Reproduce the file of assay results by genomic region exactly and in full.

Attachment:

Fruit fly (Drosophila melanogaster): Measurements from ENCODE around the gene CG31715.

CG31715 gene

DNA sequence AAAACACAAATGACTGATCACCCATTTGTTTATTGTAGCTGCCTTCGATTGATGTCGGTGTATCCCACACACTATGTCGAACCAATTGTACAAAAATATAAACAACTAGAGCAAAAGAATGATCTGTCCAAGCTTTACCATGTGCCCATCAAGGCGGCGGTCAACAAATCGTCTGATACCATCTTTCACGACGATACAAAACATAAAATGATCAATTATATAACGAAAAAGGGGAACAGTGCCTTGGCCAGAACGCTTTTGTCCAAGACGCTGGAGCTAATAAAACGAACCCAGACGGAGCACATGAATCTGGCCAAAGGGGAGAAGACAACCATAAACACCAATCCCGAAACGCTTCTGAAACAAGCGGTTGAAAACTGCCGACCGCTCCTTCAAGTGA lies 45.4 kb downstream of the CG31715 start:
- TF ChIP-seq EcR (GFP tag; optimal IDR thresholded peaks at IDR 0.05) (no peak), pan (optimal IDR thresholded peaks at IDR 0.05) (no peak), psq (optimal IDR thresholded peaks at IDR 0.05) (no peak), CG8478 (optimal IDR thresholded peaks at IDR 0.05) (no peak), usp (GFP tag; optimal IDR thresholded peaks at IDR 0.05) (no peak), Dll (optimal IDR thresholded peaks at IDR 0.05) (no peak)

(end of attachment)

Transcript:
Fruit fly (Drosophila melanogaster): Measurements from ENCODE around the gene CG31715.

CG31715 gene

DNA sequence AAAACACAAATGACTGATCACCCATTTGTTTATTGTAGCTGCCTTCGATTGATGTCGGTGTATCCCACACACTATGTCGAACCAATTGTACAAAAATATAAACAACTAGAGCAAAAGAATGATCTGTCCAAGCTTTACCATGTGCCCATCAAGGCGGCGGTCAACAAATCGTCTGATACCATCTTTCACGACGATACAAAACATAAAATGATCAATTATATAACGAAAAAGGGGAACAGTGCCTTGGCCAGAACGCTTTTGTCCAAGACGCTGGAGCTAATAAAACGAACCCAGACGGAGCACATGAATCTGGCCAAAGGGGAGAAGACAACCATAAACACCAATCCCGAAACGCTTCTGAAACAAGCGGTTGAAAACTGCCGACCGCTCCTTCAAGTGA lies 45.4 kb downstream of the CG31715 start:
- TF ChIP-seq EcR (GFP tag; optimal IDR thresholded peaks at IDR 0.05) (no peak), pan (optimal IDR thresholded peaks at IDR 0.05) (no peak), psq (optimal IDR thresholded peaks at IDR 0.05) (no peak), CG8478 (optimal IDR thresholded peaks at IDR 0.05) (no peak), usp (GFP tag; optimal IDR thresholded peaks at IDR 0.05) (no peak), Dll (optimal IDR thresholded peaks at IDR 0.05) (no peak)